TIFF: Notes on Oscar hopefuls "Darkest Hour" and "Downsizing"
Wednesday, September 13, 2017 at 10:00PM
NATHANIEL R in Alexander Payne, Best Actor, Best Picture, Darkest Hour, Downsizing, Dunkirk, Gary Oldman, Joe Wright, Oscars (17), Reviews, TIFF, WW II

Detroit may have bombed but the letter "D" could still reign come Oscar time with Dunkirk, Darkest Hour, and Downsizing all potential Best Picture players. Though it can sometimes feel gross to discuss rich movies from an Oscar perspective before they've even been considered as films, it happens to us all this time of year and the films invite it with their slow rollouts from festival reviews that result in months of discussion and speculation before the public can buy tickets. In other words: Look what they made me us do!

After 'miniature masterpiece' style reviews at Venice the critics got considerably chillier with Alexander Payne's latest once it hit Telluride. Now the film is playing in Toronto and the reviews continue to be mixed. This could spell trouble for the film, but be patient. Initial reviews are only part of the Oscar equation...

Public reception, campaigns, the length of media interest, and simply the matter of time can change perceptions of Oscar viability. I think it still might have a shot even whilst attracting its share of haters. At the very least a Golden Globes Best Comedy or Musical Picture run seems very obviously possible.

The story, difficult to describe without being totally reductive, is about a near future when people can shrink themselves and live far more fabulously in climate controlled miniature cities with plentiful amenities and very little waste. It's a way to both save the environment and live a lifestyle you can't otherwise afford. The premise is visually rich (that's new for Payne) and dense with opportunities for socioeconomic,  environmental, and political commentary (that's familiar for him). Downsizing is something of a shapeshifter as a result.  It begins as a deadpan (and hilarious) sci-fi comedy, then morphs into a dark socioecomic satire before just throwing anything and everything into the pot: environmentalism, political activism, organized crime, spiritual character, racial inequities, size prejudice, doomsday paranoia, and love stories. As a result it's... uneven. But it's so singular that you shouldn't miss it. You'll want to have your own opinion. The Academy loves Payne but we'll see how they react to this somewhat atypical project, by far his most ambitious film in terms of scale.

P.S. Hong Chau (who you might remember from Inherent Vice) is, as you may have heard, the film's standout. She plays a blunt but compassionate one-legged Vietnamese political dissident who was shrunken against her will. I've already heard talk that some people think the depiction of this character is racist and that strikes me as ill informed at best. I'm sorry but people do speak in broken English and more like a child than an adult when they don't know a language well. Anyone who has ever tried to learn a foreign language knows this. Frequent mistakes include dropping articles, confusing words, conjugating irregularly, having a limited vocabulary, etcetera. It's not racist to portray a refugee as less than fluent in the language of their new home, c'mon now. What's more, Ngoc Lan Tran is clearly the film's most engaging and compassionate character and the one Alexander Payne loves the most, rather than the butt of a joke.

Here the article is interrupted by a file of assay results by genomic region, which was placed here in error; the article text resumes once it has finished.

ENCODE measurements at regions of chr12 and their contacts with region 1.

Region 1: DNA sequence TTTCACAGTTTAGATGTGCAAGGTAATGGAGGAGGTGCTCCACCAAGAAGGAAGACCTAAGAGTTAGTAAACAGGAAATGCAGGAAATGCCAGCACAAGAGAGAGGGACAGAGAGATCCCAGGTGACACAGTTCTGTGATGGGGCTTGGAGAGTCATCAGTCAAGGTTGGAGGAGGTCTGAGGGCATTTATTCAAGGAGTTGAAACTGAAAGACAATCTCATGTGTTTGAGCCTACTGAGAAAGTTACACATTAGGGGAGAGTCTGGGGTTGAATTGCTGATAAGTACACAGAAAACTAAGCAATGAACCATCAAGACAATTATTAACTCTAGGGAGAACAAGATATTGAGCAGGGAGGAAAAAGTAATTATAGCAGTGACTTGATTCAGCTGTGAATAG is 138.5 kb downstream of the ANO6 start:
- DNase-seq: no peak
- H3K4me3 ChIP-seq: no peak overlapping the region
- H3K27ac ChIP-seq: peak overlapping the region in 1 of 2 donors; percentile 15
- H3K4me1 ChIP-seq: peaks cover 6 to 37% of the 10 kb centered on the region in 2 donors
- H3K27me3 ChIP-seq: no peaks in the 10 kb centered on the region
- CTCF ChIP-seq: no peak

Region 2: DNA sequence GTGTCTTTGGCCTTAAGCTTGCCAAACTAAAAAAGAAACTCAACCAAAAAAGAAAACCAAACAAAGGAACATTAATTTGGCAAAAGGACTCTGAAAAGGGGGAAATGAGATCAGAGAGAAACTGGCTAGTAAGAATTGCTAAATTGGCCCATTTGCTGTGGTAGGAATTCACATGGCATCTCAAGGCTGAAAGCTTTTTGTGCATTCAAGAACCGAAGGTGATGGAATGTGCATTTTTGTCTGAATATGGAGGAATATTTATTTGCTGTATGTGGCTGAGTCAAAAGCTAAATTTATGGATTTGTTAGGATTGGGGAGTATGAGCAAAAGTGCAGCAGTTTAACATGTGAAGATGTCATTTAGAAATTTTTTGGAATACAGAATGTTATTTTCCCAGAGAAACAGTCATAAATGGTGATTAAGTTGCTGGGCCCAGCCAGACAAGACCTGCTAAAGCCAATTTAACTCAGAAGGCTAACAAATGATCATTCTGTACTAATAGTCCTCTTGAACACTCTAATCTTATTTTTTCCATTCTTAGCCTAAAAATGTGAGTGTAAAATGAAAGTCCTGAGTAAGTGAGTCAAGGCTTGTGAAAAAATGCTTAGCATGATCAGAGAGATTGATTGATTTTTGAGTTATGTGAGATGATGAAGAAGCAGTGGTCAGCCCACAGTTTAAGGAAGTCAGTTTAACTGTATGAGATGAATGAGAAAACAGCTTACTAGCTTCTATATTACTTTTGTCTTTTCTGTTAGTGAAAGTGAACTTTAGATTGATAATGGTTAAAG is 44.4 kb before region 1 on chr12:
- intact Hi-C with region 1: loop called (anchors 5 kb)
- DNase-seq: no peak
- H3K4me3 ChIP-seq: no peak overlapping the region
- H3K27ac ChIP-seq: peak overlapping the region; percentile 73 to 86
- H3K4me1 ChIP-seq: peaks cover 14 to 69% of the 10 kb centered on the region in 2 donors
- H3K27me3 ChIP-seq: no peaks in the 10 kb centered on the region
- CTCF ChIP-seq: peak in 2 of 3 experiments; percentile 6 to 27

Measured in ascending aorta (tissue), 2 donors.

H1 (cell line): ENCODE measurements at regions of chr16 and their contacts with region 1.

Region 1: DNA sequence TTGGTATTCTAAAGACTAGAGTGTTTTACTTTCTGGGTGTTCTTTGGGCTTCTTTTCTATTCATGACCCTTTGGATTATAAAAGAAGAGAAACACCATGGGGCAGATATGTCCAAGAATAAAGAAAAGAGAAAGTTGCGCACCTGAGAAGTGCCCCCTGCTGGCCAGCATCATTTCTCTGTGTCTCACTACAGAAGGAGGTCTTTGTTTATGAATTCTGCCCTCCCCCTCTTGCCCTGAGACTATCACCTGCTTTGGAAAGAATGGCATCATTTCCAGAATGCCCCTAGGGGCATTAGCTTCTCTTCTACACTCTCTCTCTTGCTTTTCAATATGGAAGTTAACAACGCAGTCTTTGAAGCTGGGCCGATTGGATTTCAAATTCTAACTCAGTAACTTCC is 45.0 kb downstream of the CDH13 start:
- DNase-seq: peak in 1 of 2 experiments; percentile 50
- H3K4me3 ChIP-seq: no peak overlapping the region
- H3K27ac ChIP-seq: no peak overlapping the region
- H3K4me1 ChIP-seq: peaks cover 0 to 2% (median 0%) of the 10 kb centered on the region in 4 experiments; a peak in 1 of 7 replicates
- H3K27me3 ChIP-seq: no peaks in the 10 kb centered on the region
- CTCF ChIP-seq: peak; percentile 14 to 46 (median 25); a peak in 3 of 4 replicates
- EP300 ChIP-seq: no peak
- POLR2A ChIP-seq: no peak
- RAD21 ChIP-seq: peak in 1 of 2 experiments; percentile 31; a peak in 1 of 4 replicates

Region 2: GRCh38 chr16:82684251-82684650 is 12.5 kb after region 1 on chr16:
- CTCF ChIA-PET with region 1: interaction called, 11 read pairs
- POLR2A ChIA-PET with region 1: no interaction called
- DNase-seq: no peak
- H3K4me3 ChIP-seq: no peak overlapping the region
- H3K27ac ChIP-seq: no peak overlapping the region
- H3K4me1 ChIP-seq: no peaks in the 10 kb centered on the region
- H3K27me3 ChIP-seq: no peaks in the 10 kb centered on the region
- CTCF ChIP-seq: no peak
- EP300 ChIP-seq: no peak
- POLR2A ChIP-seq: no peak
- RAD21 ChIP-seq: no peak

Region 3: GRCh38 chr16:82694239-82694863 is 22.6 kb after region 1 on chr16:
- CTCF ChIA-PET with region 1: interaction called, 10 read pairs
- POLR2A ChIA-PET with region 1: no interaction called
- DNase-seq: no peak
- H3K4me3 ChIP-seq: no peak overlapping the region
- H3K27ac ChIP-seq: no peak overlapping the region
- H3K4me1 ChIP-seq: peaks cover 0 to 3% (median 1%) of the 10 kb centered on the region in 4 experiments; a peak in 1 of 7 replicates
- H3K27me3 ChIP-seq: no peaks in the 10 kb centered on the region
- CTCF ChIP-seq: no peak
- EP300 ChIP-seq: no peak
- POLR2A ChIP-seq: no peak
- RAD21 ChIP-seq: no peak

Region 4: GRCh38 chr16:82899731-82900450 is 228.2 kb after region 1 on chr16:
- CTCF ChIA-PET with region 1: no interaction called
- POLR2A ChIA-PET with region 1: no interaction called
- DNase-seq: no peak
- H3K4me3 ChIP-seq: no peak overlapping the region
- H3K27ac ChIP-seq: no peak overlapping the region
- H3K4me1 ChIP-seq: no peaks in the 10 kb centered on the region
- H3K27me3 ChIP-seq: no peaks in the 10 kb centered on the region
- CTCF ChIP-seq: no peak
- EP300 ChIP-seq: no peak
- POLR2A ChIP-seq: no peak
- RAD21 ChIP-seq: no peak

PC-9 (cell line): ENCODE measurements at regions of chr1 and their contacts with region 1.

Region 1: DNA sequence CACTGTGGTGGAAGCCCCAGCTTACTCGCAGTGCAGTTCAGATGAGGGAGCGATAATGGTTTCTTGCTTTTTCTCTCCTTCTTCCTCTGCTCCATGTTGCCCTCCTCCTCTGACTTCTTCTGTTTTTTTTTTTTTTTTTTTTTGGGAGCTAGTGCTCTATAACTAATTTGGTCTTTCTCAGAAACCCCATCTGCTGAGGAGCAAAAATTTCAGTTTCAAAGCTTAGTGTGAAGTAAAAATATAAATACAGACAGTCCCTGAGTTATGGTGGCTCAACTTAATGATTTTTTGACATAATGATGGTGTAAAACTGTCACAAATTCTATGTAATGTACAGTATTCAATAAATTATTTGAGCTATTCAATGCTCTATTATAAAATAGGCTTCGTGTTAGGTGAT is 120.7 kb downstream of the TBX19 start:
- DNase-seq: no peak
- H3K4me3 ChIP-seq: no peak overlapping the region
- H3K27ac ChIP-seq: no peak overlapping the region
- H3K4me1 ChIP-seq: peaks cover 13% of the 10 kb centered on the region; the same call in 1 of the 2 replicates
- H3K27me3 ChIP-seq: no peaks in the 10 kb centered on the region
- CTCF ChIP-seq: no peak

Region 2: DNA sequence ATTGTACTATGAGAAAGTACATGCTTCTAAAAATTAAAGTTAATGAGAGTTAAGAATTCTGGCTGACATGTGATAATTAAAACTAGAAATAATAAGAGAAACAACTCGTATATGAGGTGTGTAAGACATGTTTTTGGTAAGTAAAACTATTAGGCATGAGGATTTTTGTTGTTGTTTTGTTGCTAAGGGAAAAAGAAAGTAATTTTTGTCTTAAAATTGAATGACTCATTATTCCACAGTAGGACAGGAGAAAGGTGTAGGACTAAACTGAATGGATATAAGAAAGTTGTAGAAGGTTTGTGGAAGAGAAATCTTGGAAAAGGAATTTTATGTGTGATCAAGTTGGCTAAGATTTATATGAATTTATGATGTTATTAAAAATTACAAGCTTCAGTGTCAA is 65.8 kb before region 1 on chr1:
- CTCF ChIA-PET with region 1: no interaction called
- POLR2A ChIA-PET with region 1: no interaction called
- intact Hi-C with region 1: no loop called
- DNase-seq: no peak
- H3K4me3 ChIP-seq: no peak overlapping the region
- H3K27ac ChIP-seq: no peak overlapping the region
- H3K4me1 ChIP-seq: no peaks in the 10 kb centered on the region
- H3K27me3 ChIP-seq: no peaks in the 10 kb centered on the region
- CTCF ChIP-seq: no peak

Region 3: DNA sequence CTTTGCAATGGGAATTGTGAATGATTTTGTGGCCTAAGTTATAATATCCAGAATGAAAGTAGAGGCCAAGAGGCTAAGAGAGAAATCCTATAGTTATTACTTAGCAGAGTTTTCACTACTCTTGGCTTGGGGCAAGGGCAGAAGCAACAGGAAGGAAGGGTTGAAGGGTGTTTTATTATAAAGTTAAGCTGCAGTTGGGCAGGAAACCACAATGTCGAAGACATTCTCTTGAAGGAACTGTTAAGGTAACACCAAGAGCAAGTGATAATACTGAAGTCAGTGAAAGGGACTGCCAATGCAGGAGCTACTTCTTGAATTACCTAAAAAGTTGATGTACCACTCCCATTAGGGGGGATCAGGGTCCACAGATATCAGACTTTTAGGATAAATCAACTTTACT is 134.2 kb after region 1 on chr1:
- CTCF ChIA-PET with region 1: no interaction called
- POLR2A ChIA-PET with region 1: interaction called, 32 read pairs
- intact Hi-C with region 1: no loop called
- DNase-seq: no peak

Grade: TBA leaning A- first half / B- second half. I'll need to see it again. It's dense.

On to a far surer thing...

Dunkirk may well be the only Best Picture lock that's already opened. It's clearly headed to a high nomination tally. The only question is 'how high and which categories?'  In November Dunkirk's unintentional companion arrives and could well outdo it in the nomination department.

Darkest Hour is literally the same story but from an entirely different vantage point. This tight riveting drama (the 2 hours flies by) takes place entirely within the homes and workplaces of the government officials controlling England's war efforts (but for one endearing if over-the-top scene in London's subway system). We follow Winston Churchill's baptism of fire as the newly appointed Prime Minister. He has to strategize a way out of the seemingly hopeless Dunkirk situation and prevent his government from caving and entering a deal with the devils (Hitler and Mussollini).


Possible Oscar nods include literally everything except the ones its ineligible for (Best Actress, Original Song, Foreign Language Film -heehee). Joe Wright directs with his still riveting visual dynamism. This is not quite Anna Karenina flamboyant but it's closer than you'd expect given the stuffy manly genre, cast, and setting. Wright is the only English language filmmaker that Baz Luhrmann might think should tone it down. (Kidding! I love them both for their unapologetic theatricality.)

Oh and Gary Oldman has already locked up the Best Actor statue. Sorry everyone else but there's no way Oscar passes on this huge honey glazed ham showboating. There's tetchy humor, flamboyant mimicry, emotional gravitas, and astonishing makeup work. Regarding the latter -- yes, they always give actors credit for that "__ TRANSFORMS / IS ____"  even if the makeup department does the actual work. See also the reviews and wins for Charlize Theron's Monster and Nicole Kidman's The Hours and the snubbing of their respective makeup teams. (This time I think the Makeup gets nominated, though.)

Grade: B+

Article originally appeared on The Film Experience (http://thefilmexperience.net/).
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